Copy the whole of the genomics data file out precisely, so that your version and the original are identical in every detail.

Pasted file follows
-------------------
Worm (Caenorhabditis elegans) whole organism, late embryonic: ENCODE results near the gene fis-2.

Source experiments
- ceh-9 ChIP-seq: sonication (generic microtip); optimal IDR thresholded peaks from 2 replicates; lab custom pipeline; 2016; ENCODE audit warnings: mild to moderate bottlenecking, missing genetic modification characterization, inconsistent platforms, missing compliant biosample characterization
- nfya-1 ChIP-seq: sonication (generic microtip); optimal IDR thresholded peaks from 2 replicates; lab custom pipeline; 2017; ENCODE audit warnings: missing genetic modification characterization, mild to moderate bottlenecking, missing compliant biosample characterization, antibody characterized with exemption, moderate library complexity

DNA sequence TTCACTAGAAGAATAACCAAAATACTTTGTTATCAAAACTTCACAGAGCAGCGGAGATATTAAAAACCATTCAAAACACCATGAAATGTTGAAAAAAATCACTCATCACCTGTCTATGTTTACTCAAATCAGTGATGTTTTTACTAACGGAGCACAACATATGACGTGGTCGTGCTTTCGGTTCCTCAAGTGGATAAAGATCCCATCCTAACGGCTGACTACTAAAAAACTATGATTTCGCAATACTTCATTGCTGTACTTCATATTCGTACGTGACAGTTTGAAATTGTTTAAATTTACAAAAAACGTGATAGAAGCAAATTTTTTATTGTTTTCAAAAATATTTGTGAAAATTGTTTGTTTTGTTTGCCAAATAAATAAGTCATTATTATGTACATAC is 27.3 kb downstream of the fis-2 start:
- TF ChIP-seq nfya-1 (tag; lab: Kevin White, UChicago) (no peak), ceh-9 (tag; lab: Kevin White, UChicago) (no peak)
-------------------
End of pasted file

Worm (Caenorhabditis elegans) whole organism, late embryonic: ENCODE results near the gene fis-2.

Source experiments
- ceh-9 ChIP-seq: sonication (generic microtip); optimal IDR thresholded peaks from 2 replicates; lab custom pipeline; 2016; ENCODE audit warnings: mild to moderate bottlenecking, missing genetic modification characterization, inconsistent platforms, missing compliant biosample characterization
- nfya-1 ChIP-seq: sonication (generic microtip); optimal IDR thresholded peaks from 2 replicates; lab custom pipeline; 2017; ENCODE audit warnings: missing genetic modification characterization, mild to moderate bottlenecking, missing compliant biosample characterization, antibody characterized with exemption, moderate library complexity

DNA sequence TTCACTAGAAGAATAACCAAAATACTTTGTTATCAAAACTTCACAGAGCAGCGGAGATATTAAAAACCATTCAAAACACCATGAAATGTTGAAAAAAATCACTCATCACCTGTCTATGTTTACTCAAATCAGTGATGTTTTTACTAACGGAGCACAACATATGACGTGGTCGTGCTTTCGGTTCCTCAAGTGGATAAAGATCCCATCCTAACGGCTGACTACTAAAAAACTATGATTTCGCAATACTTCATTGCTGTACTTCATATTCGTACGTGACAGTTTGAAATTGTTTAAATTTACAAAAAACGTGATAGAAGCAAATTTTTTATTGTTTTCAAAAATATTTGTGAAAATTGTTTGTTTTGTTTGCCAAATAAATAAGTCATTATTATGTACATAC is 27.3 kb downstream of the fis-2 start:
- TF ChIP-seq nfya-1 (tag; lab: Kevin White, UChicago) (no peak), ceh-9 (tag; lab: Kevin White, UChicago) (no peak)